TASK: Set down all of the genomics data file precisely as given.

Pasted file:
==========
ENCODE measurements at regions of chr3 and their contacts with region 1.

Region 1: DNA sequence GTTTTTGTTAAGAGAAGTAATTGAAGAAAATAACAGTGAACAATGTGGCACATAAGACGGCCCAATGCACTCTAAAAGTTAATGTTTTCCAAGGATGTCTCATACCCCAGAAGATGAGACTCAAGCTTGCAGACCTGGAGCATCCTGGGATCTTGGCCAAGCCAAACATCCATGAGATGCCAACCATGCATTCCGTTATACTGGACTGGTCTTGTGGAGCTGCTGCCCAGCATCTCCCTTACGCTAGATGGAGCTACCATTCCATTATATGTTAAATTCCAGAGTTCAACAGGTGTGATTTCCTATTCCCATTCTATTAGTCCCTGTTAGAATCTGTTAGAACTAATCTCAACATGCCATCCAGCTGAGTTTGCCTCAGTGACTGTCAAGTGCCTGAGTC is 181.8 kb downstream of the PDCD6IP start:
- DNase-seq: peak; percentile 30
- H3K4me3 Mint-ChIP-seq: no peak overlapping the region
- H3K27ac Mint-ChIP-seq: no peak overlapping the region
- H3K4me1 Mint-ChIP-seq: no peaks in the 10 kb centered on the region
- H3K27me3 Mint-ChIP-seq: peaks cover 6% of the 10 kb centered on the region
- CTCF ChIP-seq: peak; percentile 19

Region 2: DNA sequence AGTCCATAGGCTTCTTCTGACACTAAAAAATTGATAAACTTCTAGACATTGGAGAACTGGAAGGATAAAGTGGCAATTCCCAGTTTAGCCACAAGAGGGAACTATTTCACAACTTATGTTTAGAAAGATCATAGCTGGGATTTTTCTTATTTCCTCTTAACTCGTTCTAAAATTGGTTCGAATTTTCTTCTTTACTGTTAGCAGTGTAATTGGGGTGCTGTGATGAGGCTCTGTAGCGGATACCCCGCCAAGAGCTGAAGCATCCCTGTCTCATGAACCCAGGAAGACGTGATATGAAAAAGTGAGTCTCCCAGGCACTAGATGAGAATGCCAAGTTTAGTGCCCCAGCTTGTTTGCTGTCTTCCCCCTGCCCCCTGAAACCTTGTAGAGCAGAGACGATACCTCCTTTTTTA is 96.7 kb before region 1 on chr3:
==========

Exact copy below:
ENCODE measurements at regions of chr3 and their contacts with region 1.

Region 1: DNA sequence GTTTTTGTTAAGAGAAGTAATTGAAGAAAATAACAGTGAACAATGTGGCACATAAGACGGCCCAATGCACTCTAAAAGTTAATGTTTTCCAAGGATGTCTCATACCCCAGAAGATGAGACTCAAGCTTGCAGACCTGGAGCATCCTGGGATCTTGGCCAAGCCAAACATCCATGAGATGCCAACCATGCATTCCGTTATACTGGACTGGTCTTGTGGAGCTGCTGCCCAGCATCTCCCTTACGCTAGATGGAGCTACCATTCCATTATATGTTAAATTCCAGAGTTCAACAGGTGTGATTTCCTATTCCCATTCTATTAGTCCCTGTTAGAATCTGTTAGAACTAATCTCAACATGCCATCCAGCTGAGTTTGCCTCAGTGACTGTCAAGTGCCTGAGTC is 181.8 kb downstream of the PDCD6IP start:
- DNase-seq: peak; percentile 30
- H3K4me3 Mint-ChIP-seq: no peak overlapping the region
- H3K27ac Mint-ChIP-seq: no peak overlapping the region
- H3K4me1 Mint-ChIP-seq: no peaks in the 10 kb centered on the region
- H3K27me3 Mint-ChIP-seq: peaks cover 6% of the 10 kb centered on the region
- CTCF ChIP-seq: peak; percentile 19

Region 2: DNA sequence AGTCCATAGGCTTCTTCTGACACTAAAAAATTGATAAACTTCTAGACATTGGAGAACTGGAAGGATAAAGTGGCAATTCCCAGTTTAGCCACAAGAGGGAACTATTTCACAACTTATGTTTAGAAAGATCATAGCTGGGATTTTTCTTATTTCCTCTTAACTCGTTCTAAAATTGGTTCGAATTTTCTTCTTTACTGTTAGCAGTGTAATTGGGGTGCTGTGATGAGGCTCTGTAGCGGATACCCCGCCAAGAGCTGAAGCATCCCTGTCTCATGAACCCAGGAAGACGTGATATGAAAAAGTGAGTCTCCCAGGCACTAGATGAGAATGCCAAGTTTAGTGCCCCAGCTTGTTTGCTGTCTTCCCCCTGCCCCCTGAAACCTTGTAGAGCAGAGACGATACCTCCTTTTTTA is 96.7 kb before region 1 on chr3: